Markets, technology—they both change fast. Mapping potential key patents or future trends is what gives you a competitive edge. Map the opportunities, threats, strengths and weaknesses of all IP that is relevant to your business.
Make sure to think ahead and file “patents for the future,” foreseeing the IP which is going to be critical to you and you competitors in the years to come. For a 360° IP strategy, it’s essential to also map you and your competitors’ “other” IP, such as trademarks, designs, domain names and general info linked to them; also, elements such as the generic top level domain name program (gTLD’s) of ICANN to allow for the expansion of the dotcom suffix at the end of domain name addresses.
- Set up a business-oriented innovation committee
The role of such a committee should be to set innovation objectives in line with the business strategy, then prioritize patent filings and continuously manage the Patent portfolio in line with such objectives. Such a committee ideally includes engineers or technical people, as well as sales, finance and marketing people.
- Foreign filings should correspond with international business ambition
Map substantial markets, manufacturing plants, potential licensees/partners/competitors and where they are applying for patents. Don’t forget to check whether you can enforce your patents in the countries where you would like to file and whether or not your invention is patentable in those countries. The EPO, China, and India, for example, do not grant patents on business methods or software.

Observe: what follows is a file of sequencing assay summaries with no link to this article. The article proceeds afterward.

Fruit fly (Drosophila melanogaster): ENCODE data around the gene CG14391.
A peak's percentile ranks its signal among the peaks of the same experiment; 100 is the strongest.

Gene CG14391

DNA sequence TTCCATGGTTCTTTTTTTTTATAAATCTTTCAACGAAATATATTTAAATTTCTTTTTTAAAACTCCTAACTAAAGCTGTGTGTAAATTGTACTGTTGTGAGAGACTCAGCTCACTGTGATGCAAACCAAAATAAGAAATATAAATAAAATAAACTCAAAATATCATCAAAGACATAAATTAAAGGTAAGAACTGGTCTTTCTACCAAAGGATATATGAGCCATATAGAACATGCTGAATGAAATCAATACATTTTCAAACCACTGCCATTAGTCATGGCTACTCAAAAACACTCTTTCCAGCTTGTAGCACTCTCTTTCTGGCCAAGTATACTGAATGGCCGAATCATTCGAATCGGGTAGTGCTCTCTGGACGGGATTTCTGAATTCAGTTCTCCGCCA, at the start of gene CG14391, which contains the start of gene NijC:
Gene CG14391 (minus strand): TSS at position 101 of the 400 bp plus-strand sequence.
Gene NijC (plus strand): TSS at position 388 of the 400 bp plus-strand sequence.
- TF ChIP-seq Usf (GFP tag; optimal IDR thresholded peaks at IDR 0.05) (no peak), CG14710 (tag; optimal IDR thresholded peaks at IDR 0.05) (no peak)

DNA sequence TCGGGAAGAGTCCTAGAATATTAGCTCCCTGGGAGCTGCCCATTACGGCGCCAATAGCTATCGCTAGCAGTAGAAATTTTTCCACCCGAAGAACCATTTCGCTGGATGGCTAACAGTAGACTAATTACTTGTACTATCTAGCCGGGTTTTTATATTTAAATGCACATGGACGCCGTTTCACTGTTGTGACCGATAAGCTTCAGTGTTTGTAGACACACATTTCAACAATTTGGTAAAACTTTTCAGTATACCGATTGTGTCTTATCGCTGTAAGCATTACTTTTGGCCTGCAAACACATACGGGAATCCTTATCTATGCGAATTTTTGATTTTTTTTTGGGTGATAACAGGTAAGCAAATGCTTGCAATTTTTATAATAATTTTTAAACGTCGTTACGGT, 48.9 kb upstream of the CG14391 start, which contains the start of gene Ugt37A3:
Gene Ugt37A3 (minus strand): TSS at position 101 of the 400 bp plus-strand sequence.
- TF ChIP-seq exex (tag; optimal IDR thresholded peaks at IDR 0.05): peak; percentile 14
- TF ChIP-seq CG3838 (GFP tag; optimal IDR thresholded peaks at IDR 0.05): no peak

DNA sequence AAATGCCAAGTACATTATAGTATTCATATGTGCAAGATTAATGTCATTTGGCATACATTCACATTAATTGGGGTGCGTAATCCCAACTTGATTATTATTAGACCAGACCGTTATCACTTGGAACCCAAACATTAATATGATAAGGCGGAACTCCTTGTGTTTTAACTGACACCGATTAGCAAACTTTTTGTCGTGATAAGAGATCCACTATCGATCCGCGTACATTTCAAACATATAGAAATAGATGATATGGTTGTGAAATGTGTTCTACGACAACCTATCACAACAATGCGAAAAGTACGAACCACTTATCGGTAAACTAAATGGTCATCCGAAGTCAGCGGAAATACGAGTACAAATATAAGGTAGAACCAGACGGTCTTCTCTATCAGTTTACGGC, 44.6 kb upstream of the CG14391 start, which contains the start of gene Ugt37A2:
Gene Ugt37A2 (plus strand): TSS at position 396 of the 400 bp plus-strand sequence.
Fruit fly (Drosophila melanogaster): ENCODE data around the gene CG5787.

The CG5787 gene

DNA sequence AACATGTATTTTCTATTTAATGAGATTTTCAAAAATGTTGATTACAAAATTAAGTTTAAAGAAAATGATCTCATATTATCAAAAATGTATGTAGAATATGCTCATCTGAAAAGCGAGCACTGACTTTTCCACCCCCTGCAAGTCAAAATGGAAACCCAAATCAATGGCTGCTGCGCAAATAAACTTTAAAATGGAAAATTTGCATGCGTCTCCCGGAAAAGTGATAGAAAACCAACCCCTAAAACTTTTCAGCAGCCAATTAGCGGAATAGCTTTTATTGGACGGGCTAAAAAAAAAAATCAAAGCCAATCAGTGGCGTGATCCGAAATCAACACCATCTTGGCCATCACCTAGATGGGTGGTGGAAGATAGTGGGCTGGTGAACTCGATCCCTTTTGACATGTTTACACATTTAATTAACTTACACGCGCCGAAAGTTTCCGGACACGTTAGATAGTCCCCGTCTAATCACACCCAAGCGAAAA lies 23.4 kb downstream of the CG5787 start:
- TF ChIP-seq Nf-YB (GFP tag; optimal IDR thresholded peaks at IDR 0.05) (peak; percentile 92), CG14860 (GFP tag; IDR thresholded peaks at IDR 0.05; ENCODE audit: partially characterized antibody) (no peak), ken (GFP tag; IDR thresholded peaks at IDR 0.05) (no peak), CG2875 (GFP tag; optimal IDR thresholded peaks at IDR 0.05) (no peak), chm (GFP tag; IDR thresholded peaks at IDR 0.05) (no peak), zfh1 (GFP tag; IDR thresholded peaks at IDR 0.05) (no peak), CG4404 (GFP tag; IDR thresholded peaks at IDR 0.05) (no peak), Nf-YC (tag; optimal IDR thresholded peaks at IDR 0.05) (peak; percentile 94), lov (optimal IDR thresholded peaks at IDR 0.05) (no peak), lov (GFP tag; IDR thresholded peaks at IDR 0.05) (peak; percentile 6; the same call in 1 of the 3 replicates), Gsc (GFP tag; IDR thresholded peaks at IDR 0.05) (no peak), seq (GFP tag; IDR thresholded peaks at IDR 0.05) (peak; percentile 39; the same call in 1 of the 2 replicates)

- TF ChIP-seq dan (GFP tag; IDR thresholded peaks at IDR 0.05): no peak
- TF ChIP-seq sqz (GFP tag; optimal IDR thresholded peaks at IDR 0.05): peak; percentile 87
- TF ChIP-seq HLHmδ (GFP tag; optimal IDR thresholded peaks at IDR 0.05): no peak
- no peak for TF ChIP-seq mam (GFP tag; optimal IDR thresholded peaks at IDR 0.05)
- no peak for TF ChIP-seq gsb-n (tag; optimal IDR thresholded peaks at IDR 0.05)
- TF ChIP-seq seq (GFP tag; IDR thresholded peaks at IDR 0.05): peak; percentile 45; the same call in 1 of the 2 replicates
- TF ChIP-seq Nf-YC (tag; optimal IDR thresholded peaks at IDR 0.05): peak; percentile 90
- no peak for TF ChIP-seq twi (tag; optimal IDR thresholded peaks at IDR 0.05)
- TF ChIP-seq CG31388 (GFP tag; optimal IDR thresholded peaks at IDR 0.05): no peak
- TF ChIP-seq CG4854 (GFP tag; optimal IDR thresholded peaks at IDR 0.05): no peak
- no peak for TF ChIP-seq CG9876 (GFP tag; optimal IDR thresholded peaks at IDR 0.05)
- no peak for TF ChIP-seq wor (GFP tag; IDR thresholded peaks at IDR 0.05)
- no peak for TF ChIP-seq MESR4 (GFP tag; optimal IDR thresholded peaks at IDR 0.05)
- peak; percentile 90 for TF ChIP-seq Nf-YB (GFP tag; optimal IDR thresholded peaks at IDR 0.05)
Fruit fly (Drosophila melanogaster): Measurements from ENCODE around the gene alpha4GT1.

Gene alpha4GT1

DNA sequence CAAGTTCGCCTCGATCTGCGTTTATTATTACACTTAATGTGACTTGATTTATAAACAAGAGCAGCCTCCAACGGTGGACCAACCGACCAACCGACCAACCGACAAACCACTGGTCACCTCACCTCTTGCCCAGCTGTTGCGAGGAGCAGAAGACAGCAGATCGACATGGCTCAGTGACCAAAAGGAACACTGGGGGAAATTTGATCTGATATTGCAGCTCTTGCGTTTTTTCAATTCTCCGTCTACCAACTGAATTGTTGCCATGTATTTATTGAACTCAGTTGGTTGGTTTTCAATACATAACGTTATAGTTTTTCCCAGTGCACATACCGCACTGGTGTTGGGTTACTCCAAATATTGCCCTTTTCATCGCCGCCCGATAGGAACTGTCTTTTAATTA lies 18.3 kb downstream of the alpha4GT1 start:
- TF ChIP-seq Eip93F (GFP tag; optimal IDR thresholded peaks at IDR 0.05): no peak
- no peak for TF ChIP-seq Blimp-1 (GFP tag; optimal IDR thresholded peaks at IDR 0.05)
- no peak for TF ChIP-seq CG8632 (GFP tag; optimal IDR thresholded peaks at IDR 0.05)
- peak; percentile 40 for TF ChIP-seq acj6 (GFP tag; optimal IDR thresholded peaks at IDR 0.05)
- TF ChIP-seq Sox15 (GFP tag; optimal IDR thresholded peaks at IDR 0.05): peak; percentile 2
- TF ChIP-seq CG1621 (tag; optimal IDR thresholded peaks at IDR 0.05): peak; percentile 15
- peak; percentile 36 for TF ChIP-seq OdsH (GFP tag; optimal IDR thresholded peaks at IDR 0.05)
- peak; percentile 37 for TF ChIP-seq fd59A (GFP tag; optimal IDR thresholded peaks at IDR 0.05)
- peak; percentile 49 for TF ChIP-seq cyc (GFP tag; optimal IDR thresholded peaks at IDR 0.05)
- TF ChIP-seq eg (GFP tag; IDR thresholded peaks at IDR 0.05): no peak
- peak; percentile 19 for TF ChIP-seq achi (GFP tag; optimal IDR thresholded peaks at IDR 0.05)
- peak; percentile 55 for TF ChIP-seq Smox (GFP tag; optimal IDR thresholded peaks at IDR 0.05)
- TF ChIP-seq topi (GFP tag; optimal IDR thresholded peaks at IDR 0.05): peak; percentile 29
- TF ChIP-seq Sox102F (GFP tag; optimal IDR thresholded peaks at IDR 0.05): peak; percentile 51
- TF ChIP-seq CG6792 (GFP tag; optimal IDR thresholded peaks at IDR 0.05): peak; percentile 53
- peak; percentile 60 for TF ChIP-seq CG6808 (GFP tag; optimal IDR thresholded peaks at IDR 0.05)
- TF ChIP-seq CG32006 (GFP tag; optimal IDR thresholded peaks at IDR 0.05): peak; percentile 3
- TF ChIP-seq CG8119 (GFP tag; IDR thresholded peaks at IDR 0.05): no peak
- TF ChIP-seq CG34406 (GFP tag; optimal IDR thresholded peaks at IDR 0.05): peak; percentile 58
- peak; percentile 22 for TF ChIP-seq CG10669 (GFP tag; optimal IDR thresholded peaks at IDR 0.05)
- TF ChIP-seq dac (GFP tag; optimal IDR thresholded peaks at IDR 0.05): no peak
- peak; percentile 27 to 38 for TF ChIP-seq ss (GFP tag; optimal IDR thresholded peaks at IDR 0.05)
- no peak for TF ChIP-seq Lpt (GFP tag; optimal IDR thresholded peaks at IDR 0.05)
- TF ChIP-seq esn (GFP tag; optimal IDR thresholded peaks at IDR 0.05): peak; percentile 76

There are many cases in which international patent protection may not even be necessary. For example, when there is no international market for your invention or when it is not among the major projects you want to invest in. Carefully assess whether a foreign filing is needed.
- Continuously evaluate your patent portfolio
Business objectives change. Companies should review their patent portfolio on a regular basis. No longer selling certain products or services or considering them as a core business may be ground to abandon or sell part of the patent portfolio helping to reduce cost such as annuities, renewal or watch costs, possible prosecution costs, etc.
If a patent’s current or expected value is less than the remaining maintenance fees, one should definitely consider dropping the patent!
- Monetize your IP
Usually, your business strategy sets out to make money; it’s important to leverage your IP by linking to the company’s commercial goals. This will allow a more robust use of your IP as a marketing tool, making your IP a direct contributor to your success in the market place. Get the help of strategic IP consultants to devise a commercially driven IP Strategy and to maximize return on your IP investment. They can help you identify the financial worth of your IP to ensure funding and tax deductions, or explore licensing revenue opportunities. Benefit from their experience in negotiating and drafting licensing and partnership contracts to make real money from your IP.